1066-Norman Conquest

William the Conqueror


William the Conqueror, Duke of Normandy became William I 1066-1087

  • End of Anglo-Saxon rule
  • Introduction of Feudal System
  • Domesday Book
  • Separation of clerical and lay courts

The Plantagenet Dinasty

Henry II (1154-1189)

  • He was the first king to combine the French and the English Crowns
  • Reduced Barons’ power
  • Royal Justice
  • Developed the Anglo-Saxons’ Common Law
  • Replaced trial by ordeal with Trial by Justice
  • Reduced Church’s power with the Clarendon Constitutions
  • Thomas Becket and his martyrdom

Richard I Lionheart (1189-1199) – Crusades

John the Lackland (1199-1216), in 1215 he signed the Magna Charta which was implemented in 1225

Henry III (1216-1272) – was only nine years old when he succeeded his father, king John, on the throne and a Great Council of noblemen ruled in his place, the meetings of which where called ‘parliaments’

Edward I (1272-1307) called the “Model Parliament” to collect taxes for his wars, this was the seed planted for the future two Houses of Parliament (the House of Lords and the House of Commons)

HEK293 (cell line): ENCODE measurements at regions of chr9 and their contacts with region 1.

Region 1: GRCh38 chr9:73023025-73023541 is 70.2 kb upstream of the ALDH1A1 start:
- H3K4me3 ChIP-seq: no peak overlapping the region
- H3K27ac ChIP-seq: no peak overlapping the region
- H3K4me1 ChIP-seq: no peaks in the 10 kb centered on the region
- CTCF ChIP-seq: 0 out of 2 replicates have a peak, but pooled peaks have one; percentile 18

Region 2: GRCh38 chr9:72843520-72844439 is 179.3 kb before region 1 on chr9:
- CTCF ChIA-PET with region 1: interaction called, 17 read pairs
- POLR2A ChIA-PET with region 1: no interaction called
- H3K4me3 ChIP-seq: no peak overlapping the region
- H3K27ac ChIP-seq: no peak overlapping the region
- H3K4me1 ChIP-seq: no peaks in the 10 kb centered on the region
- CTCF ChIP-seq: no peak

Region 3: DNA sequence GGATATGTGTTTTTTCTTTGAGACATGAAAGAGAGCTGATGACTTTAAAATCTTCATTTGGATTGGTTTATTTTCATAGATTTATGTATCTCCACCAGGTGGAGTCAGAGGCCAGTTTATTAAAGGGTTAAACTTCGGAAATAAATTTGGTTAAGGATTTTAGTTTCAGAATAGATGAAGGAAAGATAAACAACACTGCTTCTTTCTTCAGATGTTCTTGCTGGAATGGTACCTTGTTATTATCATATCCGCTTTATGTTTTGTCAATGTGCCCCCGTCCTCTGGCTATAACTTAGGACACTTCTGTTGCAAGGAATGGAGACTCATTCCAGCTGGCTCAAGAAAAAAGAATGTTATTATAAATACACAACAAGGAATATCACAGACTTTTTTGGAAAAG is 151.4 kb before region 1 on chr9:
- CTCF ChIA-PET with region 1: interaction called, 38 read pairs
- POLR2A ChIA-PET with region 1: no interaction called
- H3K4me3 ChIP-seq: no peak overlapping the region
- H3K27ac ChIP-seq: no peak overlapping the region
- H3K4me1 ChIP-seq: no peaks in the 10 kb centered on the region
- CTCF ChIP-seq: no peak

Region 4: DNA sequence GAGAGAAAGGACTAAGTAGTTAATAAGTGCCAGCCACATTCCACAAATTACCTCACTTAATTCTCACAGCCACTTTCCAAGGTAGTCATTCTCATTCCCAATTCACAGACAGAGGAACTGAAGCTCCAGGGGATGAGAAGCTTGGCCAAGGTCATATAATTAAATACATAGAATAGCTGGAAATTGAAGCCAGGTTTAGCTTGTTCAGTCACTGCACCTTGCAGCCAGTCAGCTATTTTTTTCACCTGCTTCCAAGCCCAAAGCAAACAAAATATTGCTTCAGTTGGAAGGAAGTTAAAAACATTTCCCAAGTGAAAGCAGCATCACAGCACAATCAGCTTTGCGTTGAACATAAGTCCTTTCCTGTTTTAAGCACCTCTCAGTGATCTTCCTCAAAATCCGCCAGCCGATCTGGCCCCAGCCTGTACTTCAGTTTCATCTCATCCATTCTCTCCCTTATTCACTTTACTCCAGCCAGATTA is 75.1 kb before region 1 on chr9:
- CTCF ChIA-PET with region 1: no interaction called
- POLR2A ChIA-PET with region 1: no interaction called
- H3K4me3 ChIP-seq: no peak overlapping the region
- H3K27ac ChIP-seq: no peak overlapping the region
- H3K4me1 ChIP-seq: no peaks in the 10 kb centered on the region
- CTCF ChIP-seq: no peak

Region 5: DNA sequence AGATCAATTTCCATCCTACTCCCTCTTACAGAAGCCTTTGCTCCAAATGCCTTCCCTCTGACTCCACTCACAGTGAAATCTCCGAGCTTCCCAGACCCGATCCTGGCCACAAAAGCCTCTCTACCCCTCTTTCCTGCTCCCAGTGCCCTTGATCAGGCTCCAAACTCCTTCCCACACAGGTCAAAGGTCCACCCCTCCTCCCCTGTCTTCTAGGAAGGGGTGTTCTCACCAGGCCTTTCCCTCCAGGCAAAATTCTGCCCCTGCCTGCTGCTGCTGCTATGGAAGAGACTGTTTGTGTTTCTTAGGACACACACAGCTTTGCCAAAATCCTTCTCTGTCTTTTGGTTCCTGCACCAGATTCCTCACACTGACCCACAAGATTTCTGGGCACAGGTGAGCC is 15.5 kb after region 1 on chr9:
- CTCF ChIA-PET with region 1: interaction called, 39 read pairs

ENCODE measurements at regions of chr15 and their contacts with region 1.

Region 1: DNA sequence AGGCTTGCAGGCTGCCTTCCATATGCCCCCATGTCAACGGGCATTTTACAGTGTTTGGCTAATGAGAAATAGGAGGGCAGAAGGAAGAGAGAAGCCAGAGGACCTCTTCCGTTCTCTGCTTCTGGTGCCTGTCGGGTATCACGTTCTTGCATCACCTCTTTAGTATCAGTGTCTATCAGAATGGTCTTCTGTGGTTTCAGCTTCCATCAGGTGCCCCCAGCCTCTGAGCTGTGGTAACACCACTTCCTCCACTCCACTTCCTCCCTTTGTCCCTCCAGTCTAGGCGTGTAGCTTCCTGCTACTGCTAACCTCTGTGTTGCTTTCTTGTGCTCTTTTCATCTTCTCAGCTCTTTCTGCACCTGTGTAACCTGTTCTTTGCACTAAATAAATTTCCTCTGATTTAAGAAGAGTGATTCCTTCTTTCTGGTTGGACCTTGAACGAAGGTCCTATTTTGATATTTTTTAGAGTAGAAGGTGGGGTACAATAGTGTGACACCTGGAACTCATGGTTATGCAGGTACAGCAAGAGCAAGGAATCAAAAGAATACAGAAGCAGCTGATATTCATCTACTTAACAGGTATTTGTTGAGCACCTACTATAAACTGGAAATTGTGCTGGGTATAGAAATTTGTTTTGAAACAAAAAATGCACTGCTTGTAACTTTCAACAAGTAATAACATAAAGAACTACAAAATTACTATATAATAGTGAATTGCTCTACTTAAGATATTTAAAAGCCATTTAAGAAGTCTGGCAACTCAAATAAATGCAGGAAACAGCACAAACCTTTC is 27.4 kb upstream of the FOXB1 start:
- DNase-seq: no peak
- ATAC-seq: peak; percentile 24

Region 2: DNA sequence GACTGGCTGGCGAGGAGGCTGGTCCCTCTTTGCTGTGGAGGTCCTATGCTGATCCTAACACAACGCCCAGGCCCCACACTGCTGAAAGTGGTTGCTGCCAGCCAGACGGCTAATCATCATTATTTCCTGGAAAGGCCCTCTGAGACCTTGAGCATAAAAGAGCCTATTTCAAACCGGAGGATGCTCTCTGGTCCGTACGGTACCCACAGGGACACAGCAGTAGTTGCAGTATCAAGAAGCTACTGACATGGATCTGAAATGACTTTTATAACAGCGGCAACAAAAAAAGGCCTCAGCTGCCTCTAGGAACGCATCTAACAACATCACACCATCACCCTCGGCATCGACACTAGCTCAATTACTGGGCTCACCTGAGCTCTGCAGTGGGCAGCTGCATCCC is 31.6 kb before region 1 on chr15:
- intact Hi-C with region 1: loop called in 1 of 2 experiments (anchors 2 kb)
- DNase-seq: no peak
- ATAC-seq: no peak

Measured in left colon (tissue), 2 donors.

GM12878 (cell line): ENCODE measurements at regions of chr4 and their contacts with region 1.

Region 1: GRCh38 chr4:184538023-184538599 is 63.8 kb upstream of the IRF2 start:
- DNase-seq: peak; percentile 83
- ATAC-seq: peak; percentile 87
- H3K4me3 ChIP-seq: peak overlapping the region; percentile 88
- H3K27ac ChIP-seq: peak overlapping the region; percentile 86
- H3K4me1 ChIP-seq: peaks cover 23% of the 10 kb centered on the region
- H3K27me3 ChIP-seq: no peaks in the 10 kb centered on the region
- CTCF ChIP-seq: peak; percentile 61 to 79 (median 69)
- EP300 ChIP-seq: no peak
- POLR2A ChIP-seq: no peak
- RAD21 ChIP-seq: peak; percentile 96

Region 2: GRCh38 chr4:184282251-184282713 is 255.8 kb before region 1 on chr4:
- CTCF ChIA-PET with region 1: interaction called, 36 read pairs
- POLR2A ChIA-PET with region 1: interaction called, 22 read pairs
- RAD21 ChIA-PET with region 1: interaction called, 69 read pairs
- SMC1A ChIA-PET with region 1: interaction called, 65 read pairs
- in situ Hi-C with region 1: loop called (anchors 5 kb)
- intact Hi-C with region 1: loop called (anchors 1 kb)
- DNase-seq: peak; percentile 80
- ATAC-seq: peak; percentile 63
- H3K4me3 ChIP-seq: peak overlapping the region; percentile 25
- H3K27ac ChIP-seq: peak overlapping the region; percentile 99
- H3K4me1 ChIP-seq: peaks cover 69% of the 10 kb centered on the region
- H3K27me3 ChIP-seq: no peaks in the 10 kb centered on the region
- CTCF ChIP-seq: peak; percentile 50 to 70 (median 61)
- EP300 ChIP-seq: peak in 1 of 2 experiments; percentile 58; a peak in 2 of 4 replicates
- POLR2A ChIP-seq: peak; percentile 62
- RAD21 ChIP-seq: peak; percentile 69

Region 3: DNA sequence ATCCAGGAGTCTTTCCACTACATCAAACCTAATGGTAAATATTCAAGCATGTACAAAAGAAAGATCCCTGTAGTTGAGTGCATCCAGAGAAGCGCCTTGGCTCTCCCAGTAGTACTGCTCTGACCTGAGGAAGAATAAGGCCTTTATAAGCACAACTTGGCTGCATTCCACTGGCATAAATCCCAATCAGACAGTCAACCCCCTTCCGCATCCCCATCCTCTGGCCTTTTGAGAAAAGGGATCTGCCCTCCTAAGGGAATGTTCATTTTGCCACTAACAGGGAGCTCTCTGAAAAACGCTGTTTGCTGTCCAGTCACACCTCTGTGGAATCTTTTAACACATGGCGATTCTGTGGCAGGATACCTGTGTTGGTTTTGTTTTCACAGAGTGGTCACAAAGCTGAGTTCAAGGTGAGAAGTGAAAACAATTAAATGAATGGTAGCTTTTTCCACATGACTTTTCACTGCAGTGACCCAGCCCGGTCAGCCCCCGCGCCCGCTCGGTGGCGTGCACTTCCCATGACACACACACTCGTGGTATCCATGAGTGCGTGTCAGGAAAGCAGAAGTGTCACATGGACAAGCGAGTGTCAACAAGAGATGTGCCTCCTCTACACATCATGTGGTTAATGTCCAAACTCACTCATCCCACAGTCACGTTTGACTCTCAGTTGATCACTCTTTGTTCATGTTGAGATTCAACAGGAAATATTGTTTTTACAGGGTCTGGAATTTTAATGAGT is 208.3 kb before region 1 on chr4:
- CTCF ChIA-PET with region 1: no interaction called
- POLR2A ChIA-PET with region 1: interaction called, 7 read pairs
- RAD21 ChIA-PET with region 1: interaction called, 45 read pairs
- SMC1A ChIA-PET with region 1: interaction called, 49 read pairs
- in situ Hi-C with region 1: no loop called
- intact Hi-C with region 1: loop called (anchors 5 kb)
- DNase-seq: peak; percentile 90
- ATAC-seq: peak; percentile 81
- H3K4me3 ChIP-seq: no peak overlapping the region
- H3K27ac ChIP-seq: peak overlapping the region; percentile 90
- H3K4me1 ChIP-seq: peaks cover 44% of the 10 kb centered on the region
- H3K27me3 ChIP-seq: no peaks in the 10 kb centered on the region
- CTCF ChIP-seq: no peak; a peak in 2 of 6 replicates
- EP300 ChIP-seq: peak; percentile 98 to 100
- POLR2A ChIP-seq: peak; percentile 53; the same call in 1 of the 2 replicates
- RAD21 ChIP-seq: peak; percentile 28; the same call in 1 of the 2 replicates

Edward III (1327-1377) claimed the crown of France because his mother was the French king’s sister and in 1337 the Hundred’s Year War broke out and lasted till 1453, when England lost all its French possessions except for Calais. England defended the Flanders during this conflict.

The 14th Century and Society

  • 1348 The Black Death
  • End of Feudalism
  • Wages and freedom for peasants
  • Rise of urban and rural middle class, the ‘guilds’
  • Lollardy and the Church
  • 1381 Peasants Revolt

Literary Context

  • Allegory: the visual minds of medieval people, the reality they saw
  • Religious and secular lyrics, lives of saints and Prose Romances
  • Medieval Drama (Miracle Plays, Morality Plays, the Interlude)
  • Medieval Narrative Poem

The Author

Geoffrey Chaucer (ca. 1340-1400)

Geoffrey Chaucer


  • Father of English Literature, first secular poet, laid basis of Modern English
  • His works can be divided in three periods: The French  – The Italian – The English
  • The Canterbury Tales, his masterpiece

All images taken from Google Search


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